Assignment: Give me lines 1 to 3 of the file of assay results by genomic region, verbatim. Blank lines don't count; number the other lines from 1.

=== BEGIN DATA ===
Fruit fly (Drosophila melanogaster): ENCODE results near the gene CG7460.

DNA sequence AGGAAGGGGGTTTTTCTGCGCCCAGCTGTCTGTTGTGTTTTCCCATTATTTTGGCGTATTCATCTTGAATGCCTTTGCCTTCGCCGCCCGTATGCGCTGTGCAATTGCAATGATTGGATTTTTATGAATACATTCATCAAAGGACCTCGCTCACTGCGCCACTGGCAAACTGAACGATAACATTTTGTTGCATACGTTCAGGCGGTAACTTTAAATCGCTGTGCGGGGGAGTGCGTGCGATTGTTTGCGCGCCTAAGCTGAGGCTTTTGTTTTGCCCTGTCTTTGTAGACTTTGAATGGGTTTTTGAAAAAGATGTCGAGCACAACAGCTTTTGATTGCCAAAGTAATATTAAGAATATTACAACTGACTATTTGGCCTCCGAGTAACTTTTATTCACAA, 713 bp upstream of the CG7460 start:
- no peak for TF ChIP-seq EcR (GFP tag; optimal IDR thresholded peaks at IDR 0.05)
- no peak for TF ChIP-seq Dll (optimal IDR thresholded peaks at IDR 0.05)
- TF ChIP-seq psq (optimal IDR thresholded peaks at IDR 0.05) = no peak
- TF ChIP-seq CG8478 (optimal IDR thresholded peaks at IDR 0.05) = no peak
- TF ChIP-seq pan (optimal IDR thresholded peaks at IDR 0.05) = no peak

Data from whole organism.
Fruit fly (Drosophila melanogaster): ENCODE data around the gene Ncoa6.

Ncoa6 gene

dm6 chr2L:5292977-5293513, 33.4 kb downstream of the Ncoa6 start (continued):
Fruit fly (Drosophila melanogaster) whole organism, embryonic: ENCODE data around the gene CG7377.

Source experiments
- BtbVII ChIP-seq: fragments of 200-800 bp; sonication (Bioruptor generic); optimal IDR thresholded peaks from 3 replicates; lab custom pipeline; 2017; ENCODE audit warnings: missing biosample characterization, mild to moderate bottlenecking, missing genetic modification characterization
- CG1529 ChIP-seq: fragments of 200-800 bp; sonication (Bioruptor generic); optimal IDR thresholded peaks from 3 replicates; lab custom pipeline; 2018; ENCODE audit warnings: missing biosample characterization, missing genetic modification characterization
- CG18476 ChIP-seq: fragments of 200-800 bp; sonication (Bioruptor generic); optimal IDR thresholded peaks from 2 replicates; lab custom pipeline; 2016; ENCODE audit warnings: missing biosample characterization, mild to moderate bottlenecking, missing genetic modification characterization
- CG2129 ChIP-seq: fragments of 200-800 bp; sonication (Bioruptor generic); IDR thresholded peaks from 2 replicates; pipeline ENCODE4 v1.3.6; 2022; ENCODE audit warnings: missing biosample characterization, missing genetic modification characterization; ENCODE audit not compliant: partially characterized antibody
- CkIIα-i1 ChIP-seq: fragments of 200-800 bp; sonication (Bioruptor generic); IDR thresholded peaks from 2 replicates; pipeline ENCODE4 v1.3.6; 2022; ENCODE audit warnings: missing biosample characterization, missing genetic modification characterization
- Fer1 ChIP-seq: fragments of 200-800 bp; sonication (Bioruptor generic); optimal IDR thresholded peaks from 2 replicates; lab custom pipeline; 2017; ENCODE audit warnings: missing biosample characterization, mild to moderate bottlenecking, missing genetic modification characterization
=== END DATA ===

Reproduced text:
Fruit fly (Drosophila melanogaster): ENCODE results near the gene CG7460.

DNA sequence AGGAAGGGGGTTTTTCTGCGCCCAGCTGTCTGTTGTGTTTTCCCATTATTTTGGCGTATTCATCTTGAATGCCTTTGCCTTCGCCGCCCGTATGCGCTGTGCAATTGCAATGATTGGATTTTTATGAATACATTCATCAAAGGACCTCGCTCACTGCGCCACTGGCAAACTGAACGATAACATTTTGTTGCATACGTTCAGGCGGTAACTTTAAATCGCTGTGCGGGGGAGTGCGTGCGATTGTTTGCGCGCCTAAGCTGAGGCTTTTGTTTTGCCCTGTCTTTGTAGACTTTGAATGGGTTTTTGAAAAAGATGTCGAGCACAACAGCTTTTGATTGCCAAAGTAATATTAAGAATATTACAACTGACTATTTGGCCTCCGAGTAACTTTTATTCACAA, 713 bp upstream of the CG7460 start:
- no peak for TF ChIP-seq EcR (GFP tag; optimal IDR thresholded peaks at IDR 0.05)